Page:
I’ve finally tried it, making a video that is.   Follow this link to view it.  In my maiden voyage I’ve made several “rookie errors,” one of which is forgetting the crucial matter of what kind of cheese to use (Pecorino Romano or Parmesan).  Another thing to remember is that this recipe is flexible, depending on the taste of the cook.  I notice now that I used 1/2 the volume of walnuts in the video, whereas in the link to my earlier post, I used 1/3.  To me this just shows how very flexible it is.  Many who viewed it from my Facebook page asked if I could show it being used, so I thought I’d post it here as well because I have previously done several posts about this terrific vegetable, being used both in its fresh form and as Pesto.  Pasta Primavera , Stir Fry with Chicken and Snow Peas  , and one about Garlic Scape Pesto itself, showing it used with rice and twice baked potatoes.  It’s also great mixed into salad dressing and tossed with pasta.

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Snap Pea Season Begins


These edible podded or snap peas are what I grow instead of snow peas.  They last longer on the vine without becoming tough.  The seed catalogs have them listed as Sugar Snap or Sugar Ann and they are sensational when stir fried.  I picked a quart of them yesterday and had a lovely stir-fry lunch of the peas with sliced jicama (a good substitute for water chestnut), sweet red bell peppers, onions and garlic.  I added dried jalapeno and kept it simple using gyoza dipping sauce to bind it.  For a dinner, you could add a protein like chicken or salmon.



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Muhammara: A Dip Both Unusual and Fabulous

This is how we prepare the red peppers for this tasty dip.  Sear them over the gas flame.  There are other ways, don't despair!

This is how we prepare the red peppers for this tasty dip. Sear them over the gas flame. There are other ways, don’t despair!

I first encountered this Lebanese appetizer in Maine, believe it or not.  It evidently is available in jars from specialty stores and on line, but since I usually have an abundance of red peppers at the end of the season, I decided to make it myself.  The key ingredient is pomegranate molasses, once again available on line, although you can also make this yourself by boiling down pomegranate juice.  For the “chippy part,” I buy the small pitas, cut them in 1/8ths, separate each 1/8th so I end up with 16 triangles from each mini pita.  I then toast them in the toaster oven until brown (maybe 3 minutes).  Here’s the recipe:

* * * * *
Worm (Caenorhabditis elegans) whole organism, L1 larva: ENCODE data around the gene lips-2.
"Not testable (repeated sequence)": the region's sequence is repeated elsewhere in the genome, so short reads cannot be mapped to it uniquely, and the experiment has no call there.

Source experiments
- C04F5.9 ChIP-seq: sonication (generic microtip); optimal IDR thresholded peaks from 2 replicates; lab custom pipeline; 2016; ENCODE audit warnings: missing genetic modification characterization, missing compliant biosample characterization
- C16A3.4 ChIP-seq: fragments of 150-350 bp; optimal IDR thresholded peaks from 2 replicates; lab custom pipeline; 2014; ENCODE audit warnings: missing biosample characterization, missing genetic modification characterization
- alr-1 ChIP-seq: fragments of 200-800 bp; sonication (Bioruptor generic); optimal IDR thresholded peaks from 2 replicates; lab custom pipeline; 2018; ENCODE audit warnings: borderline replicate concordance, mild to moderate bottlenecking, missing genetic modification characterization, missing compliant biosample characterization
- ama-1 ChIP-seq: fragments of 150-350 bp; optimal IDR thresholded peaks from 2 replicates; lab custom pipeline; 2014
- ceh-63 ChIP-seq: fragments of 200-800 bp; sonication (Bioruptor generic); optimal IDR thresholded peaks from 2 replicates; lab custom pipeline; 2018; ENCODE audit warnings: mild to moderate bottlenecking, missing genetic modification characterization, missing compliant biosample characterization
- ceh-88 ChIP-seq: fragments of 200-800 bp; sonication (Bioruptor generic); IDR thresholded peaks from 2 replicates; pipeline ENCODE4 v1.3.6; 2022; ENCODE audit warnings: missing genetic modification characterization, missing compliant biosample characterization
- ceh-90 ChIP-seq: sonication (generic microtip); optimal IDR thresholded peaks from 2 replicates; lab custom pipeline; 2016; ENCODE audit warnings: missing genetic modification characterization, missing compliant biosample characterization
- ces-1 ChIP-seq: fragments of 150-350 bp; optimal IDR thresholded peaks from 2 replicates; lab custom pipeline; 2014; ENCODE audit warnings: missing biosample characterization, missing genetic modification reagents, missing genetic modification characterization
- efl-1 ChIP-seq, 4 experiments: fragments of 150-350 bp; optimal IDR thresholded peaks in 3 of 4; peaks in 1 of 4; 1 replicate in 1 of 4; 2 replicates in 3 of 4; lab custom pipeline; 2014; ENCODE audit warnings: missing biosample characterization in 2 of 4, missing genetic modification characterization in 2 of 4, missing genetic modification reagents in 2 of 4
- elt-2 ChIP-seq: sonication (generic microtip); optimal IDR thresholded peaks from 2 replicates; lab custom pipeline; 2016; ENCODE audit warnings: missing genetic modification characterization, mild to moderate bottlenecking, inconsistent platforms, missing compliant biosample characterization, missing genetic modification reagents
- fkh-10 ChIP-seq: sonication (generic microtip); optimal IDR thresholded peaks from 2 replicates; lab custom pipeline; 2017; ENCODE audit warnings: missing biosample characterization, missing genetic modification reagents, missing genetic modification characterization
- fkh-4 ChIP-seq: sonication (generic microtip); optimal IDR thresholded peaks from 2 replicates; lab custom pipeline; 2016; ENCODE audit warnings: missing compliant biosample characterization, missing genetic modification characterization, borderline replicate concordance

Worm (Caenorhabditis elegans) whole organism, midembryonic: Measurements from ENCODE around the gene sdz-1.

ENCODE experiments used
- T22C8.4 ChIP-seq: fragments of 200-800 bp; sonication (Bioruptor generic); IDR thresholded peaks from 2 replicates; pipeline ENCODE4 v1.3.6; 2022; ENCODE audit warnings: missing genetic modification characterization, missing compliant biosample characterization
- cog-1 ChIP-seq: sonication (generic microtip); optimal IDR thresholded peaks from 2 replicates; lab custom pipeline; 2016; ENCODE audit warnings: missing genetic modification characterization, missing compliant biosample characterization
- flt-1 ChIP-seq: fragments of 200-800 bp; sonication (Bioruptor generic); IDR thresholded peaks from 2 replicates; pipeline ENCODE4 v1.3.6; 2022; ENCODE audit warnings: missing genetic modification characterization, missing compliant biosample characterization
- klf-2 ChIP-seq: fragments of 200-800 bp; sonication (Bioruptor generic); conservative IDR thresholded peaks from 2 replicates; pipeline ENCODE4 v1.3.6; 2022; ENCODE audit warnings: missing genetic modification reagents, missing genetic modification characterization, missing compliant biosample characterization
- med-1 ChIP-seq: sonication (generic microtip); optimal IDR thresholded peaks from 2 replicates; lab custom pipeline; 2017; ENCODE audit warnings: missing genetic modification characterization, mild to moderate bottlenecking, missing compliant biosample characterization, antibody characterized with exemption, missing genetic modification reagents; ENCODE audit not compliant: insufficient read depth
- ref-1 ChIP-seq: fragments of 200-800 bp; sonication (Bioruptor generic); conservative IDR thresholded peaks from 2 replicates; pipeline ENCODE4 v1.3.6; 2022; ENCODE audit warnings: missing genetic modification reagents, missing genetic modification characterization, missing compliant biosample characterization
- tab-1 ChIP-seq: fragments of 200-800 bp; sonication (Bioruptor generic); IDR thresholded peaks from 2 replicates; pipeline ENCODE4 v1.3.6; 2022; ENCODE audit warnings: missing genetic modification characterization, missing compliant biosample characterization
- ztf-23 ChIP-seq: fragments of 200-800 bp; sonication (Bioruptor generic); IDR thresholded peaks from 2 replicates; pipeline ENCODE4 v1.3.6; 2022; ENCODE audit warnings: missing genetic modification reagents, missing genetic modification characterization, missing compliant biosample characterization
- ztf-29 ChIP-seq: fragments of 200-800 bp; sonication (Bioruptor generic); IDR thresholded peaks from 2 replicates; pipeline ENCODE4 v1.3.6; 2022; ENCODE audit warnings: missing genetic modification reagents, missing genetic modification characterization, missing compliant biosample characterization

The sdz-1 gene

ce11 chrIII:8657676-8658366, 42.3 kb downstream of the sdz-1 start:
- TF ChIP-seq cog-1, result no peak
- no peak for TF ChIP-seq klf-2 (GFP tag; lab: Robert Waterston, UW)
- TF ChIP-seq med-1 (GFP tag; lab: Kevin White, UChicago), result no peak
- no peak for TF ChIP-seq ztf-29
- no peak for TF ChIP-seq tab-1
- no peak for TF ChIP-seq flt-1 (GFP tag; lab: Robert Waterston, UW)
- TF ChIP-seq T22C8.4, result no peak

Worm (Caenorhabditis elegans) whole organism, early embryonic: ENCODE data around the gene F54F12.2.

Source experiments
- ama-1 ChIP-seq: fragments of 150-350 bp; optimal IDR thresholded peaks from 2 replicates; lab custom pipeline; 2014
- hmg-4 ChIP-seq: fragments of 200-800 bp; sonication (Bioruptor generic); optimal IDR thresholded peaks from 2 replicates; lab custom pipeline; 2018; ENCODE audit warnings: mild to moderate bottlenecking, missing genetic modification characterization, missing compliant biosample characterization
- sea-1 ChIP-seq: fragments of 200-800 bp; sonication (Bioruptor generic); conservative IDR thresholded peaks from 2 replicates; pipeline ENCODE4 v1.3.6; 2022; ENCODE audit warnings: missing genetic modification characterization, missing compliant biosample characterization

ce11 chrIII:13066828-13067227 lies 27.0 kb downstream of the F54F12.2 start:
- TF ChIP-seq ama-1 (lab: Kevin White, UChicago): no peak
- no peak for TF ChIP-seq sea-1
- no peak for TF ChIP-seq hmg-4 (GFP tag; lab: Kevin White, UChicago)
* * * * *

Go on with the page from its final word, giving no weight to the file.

• 3 large, very ripe red bell peppers (roasted peppers from a jar could be used, drain well and rinse)
  • 1 C. high quality fresh bread crumbs (I use whole wheat)
  • 3 mashed garlic cloves
  • 1 C. chopped walnuts
  • 1 Tbsp. fresh lemon juice
  • ½ C. pomegranate molasses (or to taste, I use more)
  • 1½ tsp. ground cumin
  • 3 tsp. Tabasco (or to taste)
  • 1/3 C. olive oil
  • ½ tsp. sugar
  • (serve with pita chips)

Turn the peppers over a flame or burner or broil them until blackened all over.  Put in a paper bag to cool for about ½ hour, then peel and seed, removing the white ribs.  Put all ingredients in a food processor fitted with a metal blade and puree. This recipe makes about three cups.  Store it in one cup containers as it freezes well and is very handy when an unexpected friend drops by for drinks.